Guy Marchand turns in a marvelous performance as a man whose sense of fatherhood is clouded by the bewilderment of dealing with a second child's depression. He barks, he growls, he shrugs - he hardly ever smiles - but it's obvious that he loves his sons, and just as obvious that they know it. Marie-France Pisier, once one of the most glamorous of French actresses, gives the mother a somewhat earthy, blasé air that suggests that the men may be better off without her daily presence. Louis Garrel manages to be antic even when he's asleep - his character may not be (as he tell us at the start) the "hero" - but his is the movie's pulse. The most surprising performance, however, is the least surprising, because Romain Duris always surprises. What's new here is that he quite often looks like some default bearded French guy, not the intense star of De battre mon coeur s'est arrêté. There were also scenes in which I had a premonistion of what the actor will look like in middle age.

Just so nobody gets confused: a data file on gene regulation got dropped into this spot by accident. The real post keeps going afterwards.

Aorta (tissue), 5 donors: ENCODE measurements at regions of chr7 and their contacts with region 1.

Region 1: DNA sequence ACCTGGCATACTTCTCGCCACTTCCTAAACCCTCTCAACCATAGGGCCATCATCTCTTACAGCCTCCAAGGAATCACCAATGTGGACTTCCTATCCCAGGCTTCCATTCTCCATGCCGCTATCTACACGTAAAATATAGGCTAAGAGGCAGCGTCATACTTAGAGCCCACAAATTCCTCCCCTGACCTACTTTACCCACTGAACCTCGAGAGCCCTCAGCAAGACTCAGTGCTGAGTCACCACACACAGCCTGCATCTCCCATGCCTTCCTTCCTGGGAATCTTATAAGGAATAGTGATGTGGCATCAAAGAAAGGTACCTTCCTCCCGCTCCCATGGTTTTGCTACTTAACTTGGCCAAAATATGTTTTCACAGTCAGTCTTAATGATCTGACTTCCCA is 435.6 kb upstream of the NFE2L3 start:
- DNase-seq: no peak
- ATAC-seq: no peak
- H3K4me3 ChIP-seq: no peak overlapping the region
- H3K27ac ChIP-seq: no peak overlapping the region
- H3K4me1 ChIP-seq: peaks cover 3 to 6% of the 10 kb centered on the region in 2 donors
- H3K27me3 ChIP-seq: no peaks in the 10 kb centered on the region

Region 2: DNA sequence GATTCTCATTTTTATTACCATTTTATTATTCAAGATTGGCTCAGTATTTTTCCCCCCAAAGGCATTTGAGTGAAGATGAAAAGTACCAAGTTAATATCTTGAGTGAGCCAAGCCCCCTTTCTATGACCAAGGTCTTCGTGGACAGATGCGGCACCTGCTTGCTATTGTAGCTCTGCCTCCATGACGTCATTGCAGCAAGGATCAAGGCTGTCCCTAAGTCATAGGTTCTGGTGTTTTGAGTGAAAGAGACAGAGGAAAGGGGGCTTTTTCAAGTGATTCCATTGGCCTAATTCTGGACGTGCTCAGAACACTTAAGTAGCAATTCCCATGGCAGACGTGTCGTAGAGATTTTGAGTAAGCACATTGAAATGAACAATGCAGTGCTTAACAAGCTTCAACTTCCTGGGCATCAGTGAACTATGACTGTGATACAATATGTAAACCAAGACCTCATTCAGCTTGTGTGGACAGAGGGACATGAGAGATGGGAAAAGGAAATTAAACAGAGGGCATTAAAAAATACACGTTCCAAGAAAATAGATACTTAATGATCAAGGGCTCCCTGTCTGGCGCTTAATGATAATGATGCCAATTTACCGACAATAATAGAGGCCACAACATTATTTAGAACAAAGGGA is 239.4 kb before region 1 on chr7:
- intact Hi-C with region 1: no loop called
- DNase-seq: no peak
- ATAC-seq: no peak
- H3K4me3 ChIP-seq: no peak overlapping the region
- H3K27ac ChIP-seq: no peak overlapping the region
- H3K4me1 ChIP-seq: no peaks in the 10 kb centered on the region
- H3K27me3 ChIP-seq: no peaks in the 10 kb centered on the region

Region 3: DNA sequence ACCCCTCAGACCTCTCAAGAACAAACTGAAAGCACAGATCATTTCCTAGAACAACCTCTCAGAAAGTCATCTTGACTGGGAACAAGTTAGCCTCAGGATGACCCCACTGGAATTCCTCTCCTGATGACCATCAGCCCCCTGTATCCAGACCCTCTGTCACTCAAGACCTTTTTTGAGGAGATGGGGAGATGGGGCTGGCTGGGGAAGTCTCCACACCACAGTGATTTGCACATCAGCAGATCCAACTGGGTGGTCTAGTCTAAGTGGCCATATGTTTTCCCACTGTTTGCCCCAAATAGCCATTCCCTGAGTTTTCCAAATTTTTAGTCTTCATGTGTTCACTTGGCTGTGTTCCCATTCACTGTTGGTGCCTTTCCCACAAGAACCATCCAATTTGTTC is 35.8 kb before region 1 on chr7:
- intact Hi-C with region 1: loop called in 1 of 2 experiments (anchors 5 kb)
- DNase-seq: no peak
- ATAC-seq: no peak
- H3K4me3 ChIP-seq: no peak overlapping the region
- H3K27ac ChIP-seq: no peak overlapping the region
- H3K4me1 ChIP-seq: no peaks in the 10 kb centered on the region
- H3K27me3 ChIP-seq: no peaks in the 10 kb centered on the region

Paul and Jonathan, as brothers go, are very unalike - as, indeed, are Mr Duris and Mr Garrel - but they share one tic: the move on right after sex. Anna picks a nasty fight with Paul for this reason, and Alice pesters Jonathan while he reads Franny and Zooey. Salinger's novel is an influence not shared by Godard or Truffaut. (August 2007)
Copyright (c) 2007 Pourover Press